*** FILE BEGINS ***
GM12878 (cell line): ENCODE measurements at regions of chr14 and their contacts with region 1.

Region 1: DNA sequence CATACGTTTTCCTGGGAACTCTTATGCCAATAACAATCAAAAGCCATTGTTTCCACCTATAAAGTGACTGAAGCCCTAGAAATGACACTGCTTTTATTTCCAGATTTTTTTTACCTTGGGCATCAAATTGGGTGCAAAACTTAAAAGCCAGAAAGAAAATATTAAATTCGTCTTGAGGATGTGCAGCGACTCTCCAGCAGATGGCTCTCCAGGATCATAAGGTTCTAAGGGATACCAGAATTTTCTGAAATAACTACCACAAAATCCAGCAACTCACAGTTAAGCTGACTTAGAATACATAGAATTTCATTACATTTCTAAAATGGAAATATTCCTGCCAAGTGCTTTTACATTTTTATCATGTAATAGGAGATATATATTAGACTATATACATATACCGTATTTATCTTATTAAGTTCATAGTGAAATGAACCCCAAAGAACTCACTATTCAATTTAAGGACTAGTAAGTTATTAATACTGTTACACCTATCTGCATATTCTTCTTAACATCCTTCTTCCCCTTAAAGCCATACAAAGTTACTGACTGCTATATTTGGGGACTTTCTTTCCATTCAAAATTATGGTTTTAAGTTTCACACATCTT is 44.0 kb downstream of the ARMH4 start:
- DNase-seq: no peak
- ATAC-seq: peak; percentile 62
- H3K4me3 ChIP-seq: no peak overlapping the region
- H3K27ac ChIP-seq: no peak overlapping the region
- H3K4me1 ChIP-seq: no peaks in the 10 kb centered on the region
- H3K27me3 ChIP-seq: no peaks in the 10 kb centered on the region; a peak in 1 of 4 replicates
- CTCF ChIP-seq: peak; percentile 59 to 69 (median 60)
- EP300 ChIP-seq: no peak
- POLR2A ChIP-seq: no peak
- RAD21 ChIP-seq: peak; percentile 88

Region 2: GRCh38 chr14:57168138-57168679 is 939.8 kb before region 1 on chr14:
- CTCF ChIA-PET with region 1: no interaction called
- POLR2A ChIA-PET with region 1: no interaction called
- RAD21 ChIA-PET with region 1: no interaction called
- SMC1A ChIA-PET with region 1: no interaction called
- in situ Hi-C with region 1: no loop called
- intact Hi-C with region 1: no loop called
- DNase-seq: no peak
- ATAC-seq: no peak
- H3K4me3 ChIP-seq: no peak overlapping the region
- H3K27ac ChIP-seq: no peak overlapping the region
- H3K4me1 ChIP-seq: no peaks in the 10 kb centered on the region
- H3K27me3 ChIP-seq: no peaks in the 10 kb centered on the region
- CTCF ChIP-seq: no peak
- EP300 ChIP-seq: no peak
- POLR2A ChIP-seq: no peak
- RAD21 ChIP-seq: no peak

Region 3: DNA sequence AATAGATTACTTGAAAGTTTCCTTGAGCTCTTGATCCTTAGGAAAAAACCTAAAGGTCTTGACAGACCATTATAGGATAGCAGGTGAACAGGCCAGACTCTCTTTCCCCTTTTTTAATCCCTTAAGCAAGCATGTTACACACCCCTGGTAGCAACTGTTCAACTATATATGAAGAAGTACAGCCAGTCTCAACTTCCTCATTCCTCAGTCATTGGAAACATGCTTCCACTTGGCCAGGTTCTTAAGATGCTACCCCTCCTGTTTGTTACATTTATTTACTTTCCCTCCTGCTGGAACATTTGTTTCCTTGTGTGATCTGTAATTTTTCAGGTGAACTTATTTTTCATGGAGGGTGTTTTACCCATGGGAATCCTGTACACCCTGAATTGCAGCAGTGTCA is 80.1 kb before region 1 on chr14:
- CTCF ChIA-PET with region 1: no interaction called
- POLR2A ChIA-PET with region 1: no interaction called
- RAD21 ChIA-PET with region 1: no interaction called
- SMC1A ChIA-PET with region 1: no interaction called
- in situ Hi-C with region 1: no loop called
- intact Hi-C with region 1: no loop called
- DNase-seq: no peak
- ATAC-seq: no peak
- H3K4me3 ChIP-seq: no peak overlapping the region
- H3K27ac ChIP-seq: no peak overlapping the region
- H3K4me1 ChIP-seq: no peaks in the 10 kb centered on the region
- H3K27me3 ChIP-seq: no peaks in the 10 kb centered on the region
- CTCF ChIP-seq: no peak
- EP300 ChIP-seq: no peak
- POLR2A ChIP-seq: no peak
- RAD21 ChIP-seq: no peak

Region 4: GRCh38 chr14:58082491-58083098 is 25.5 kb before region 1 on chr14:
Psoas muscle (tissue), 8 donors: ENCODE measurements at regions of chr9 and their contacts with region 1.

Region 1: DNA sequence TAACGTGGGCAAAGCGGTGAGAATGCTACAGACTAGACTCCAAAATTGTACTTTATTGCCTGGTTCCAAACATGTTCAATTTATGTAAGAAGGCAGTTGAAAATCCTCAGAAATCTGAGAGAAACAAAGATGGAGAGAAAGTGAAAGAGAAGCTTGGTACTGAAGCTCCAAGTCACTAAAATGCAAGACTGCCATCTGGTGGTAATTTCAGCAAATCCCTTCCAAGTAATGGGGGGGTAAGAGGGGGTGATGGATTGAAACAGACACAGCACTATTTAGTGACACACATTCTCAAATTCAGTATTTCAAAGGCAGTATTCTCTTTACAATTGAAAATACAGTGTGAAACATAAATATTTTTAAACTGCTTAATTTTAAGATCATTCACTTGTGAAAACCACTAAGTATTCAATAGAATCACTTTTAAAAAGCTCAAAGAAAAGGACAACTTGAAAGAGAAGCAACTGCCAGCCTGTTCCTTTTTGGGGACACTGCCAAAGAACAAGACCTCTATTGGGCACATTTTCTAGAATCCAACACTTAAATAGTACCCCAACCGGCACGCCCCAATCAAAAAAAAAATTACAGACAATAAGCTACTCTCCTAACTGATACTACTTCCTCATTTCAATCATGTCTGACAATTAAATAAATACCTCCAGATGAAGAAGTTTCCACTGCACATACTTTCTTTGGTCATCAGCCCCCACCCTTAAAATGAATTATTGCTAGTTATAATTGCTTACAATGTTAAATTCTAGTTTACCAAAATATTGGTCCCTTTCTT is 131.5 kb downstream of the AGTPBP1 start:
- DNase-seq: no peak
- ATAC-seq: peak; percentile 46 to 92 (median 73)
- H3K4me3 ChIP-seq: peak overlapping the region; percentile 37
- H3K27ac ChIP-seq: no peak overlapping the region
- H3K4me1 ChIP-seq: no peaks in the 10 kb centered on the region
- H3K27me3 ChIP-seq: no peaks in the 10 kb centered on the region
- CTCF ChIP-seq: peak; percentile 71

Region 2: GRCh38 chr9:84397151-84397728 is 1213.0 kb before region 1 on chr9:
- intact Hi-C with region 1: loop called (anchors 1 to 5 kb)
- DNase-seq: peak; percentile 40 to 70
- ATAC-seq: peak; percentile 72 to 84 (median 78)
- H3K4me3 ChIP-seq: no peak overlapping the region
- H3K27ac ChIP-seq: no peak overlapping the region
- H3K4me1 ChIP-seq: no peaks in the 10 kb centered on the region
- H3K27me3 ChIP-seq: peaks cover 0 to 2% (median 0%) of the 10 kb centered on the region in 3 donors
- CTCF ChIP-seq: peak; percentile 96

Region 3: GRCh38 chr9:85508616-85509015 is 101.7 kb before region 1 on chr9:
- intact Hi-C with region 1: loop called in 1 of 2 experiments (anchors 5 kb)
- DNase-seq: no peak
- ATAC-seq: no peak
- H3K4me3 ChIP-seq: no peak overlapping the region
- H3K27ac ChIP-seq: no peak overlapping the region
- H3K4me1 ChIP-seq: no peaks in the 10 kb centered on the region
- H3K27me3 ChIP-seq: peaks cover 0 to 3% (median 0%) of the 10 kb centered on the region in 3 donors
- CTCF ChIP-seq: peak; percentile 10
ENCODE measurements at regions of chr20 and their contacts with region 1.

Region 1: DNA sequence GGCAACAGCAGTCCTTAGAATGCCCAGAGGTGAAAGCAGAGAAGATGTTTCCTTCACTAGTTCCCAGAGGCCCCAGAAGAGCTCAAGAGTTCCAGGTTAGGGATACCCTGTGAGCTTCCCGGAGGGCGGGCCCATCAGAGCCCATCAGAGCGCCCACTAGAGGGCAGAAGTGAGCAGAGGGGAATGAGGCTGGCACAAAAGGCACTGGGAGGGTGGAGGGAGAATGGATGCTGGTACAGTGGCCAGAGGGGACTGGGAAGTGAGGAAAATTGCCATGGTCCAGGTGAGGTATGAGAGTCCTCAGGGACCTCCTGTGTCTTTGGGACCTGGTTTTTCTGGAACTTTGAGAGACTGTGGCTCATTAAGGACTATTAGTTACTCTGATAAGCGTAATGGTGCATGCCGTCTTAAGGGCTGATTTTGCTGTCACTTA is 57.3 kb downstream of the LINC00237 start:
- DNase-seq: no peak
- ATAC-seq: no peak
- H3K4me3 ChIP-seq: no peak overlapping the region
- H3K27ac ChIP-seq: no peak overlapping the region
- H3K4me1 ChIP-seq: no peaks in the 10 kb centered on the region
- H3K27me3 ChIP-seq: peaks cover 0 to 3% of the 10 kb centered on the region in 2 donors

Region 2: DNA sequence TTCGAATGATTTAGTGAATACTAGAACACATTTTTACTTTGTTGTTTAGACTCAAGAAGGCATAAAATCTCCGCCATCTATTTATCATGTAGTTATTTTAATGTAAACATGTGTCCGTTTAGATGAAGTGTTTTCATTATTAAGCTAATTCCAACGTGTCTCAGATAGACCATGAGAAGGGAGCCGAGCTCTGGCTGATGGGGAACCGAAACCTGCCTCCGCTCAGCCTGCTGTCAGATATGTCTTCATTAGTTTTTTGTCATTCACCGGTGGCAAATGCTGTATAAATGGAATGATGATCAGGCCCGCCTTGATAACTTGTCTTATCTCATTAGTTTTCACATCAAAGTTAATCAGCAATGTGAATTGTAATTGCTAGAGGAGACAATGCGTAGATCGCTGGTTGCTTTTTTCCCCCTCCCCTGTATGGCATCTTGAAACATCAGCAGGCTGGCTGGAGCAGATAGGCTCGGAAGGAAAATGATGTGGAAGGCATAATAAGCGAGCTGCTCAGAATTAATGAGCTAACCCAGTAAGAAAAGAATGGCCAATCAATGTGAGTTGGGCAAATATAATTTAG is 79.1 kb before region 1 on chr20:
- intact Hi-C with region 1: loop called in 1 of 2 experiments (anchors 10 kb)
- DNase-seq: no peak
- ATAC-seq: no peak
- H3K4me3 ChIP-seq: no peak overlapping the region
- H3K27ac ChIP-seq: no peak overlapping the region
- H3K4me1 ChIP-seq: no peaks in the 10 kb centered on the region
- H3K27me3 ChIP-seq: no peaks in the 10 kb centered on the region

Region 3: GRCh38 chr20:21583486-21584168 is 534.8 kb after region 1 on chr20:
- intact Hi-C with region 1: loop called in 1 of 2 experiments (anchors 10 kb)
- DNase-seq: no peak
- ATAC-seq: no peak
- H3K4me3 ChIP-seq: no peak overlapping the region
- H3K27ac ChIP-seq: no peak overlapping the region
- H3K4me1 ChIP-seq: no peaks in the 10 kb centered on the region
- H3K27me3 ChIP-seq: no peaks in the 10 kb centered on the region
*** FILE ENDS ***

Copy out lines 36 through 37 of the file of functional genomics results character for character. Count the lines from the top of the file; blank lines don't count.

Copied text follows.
- intact Hi-C with region 1: no loop called
- DNase-seq: no peak